Michael Charles Genova Sr., 62, left this earth to be with his Heavenly Father on Dec. 5, 2012. Michael was born on June 18, 1950, to Charles and Teresa (Sanders) Genova. He married the love of his life, Susan Giarratano, on November 25, 40 years ago. He was a loving husband, father, grandfather and brother. Michael graduated from County High School in 1968 and began working at American Fertilizer. In 1988, he and Susan became the owners of American Fertilizer where he provided service to farmers in and around the Pueblo area. Michael coached Bantam League Football and T-Ball for his sons' teams. When his sons grew up, the three of them became avid racers at Pueblo Motorsports Park. Michael is survived by his loving wife, Susan; most special children, Michael Jr. (Tanya), Grant (Shawna), Gage, Charli Jo, and Knox. He is also survived by his sister, Connie Miketa and brother, Sam (Carol), nieces, Terrianne (Tom) Drake (Noah and Megan), Tina (Danny) McCrory (Jake and Shelby), and nephew, Rob Miketa; and many friends; his mother and father-in-law, Mike and Sue Giarratano and sister-in-law, Sister Nancy Rose Giarratano, OP, and special friends, John Dionisio and Nick Genova, all of whom will miss him. Michael was preceded in death by his parents, Charles and Teresa Genova and brother-in-law, Bob Miketa. Those who knew him loved him and considered him the nicest man they had ever met. He will be missed by all. A special thanks is given to those at Sangre de Cristo Hospice who helped Michael so much in his last days. Viewing from 1 to 3 p.m. Sunday in the Montgomery & Steward Chapel. Rosary, 6 p.m. Sunday and funeral Mass, 10 a.m. Monday, Dec. 10, 2012. Both services at St. Joseph Catholic Church, 1145 S. Aspen Rd. Interment, Roselawn Cemetery. Memorials may be made in Michael's name to St. Joseph Church Building Fund or Sangre de Cristo Hospice. Online condolences, www.montgomerysteward.com

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  1. Its been 8 years now that you’ve been gone and not a day goes by that I don’t hear your last words to me… I miss you Dad and love you still today…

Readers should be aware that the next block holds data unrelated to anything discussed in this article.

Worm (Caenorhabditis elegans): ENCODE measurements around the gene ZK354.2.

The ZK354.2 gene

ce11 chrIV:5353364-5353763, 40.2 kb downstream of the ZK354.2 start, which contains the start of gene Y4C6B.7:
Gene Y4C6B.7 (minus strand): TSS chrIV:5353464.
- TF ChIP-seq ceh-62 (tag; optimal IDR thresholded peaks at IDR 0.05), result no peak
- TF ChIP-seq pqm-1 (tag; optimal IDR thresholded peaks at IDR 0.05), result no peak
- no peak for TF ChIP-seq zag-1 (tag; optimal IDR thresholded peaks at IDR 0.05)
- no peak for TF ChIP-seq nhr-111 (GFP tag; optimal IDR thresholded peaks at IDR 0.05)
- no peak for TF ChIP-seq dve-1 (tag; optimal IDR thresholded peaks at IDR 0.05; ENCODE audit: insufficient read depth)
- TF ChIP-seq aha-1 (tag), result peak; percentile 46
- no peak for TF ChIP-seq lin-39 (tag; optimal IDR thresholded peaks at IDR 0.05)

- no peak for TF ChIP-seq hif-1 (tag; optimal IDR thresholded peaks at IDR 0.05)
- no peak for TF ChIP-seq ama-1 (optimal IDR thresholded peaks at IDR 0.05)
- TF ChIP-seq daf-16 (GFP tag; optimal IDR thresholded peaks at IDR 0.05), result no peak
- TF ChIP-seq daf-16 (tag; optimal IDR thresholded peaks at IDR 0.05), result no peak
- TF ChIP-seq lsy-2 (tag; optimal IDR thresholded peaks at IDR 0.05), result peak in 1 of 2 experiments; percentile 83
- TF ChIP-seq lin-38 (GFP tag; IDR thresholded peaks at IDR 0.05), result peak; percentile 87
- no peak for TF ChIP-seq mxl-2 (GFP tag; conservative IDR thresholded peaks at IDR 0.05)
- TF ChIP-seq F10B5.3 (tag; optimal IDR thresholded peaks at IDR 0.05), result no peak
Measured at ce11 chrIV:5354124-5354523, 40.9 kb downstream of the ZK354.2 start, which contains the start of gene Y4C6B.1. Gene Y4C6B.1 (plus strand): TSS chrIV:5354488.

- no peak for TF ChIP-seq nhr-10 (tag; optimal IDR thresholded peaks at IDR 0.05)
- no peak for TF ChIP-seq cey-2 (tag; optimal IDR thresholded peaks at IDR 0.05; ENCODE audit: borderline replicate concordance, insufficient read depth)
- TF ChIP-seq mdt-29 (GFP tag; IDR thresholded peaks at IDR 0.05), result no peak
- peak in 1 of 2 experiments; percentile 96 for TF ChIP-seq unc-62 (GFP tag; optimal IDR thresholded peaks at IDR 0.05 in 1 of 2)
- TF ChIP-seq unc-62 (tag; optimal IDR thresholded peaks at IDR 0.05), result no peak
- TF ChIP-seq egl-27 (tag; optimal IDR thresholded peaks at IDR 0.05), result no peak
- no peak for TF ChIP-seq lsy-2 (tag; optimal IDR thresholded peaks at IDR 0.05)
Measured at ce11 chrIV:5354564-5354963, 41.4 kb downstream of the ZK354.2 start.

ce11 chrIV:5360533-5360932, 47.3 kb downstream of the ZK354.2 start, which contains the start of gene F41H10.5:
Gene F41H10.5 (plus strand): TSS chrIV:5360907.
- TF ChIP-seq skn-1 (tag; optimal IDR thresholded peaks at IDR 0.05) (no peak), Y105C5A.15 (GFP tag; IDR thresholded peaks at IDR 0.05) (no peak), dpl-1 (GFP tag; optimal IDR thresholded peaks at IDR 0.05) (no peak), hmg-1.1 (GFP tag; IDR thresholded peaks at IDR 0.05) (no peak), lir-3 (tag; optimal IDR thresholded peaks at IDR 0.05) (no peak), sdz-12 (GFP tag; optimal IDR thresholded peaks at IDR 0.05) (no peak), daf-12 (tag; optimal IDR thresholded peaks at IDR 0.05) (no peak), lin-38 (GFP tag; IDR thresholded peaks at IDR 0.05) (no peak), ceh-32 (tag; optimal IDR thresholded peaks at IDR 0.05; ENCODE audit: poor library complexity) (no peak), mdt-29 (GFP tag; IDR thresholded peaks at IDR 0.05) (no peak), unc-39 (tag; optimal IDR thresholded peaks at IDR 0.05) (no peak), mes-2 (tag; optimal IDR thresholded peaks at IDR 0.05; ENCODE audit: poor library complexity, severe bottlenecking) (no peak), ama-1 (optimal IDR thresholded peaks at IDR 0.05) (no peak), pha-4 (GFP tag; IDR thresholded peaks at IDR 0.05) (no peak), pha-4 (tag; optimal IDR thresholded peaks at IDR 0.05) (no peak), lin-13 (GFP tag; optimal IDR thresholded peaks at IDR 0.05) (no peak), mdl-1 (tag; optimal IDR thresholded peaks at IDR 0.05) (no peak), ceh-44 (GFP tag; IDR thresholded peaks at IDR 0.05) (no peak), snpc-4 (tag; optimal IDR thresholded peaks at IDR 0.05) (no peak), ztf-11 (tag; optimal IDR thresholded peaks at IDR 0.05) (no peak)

2. Dear Susan And Family,
    I am so sorry for your loss. May you find comfort and peace in the wonderful memories you have of Mike. May God Bless you all.
    Sincerely, Judy Patti and Family

  3. In honoring Mike Genova today, I remembered the playground rules when I grew up that cry babies were not tolerated. It was never spoken, but the rule was enforced by silent decree. I remember wrestling in the eighth grade. We jumped rope in the furnace room of the old Lakeside-Vineland Junior High, where there was one of those large old radios in a wooden cabinet. I remember when I finished my first match. I don’t remember who I wrestled or whether it was at Pleasant View or Excelsior. I think it was Pleasant View. I think I lost. Anyway, I wrestled first because I was the lightest weight: 55 pounds. After expending as much energy as I could for three minutes I was completely exhausted after the match. I shook hands with my opponent and trudged back to my chair. There I collapsed and sobbed into a towel. I kept saying: ‘I’m sorry. I’m sorry, I’m sorry’� as I wept, not because I lost but because I cried. As I sat there sobbing into that towel Mike Genova leaned forward in his chair, turned to me and said:

    ‘Don’t worry about it, Louie. I’ll do the same thing.’�

  4. Sue, I am so sorry to hear of Mike’s passing. May God’s love comfort and guide you and your family through this time. You are in our thoughts and prayers.

  5. Michael really was the nicest and most gentle man I ever met!